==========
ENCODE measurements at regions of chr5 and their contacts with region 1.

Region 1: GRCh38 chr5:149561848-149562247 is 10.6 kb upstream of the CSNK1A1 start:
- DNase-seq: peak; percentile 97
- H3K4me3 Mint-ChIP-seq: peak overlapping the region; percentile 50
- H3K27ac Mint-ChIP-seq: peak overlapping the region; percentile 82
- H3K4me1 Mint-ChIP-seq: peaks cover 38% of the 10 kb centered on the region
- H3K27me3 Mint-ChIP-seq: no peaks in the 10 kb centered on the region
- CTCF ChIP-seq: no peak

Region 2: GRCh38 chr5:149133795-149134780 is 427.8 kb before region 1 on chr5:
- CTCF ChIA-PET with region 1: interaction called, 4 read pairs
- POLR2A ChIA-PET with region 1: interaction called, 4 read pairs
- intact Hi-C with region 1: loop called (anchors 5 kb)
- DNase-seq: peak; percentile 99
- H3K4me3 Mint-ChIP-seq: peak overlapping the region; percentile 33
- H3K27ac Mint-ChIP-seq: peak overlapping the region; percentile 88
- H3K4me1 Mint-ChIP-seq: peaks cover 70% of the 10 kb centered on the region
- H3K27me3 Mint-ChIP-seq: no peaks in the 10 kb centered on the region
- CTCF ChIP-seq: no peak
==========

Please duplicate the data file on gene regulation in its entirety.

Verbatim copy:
ENCODE measurements at regions of chr5 and their contacts with region 1.

Region 1: GRCh38 chr5:149561848-149562247 is 10.6 kb upstream of the CSNK1A1 start:
- DNase-seq: peak; percentile 97
- H3K4me3 Mint-ChIP-seq: peak overlapping the region; percentile 50
- H3K27ac Mint-ChIP-seq: peak overlapping the region; percentile 82
- H3K4me1 Mint-ChIP-seq: peaks cover 38% of the 10 kb centered on the region
- H3K27me3 Mint-ChIP-seq: no peaks in the 10 kb centered on the region
- CTCF ChIP-seq: no peak

Region 2: GRCh38 chr5:149133795-149134780 is 427.8 kb before region 1 on chr5:
- CTCF ChIA-PET with region 1: interaction called, 4 read pairs
- POLR2A ChIA-PET with region 1: interaction called, 4 read pairs
- intact Hi-C with region 1: loop called (anchors 5 kb)
- DNase-seq: peak; percentile 99
- H3K4me3 Mint-ChIP-seq: peak overlapping the region; percentile 33
- H3K27ac Mint-ChIP-seq: peak overlapping the region; percentile 88
- H3K4me1 Mint-ChIP-seq: peaks cover 70% of the 10 kb centered on the region
- H3K27me3 Mint-ChIP-seq: no peaks in the 10 kb centered on the region
- CTCF ChIP-seq: no peak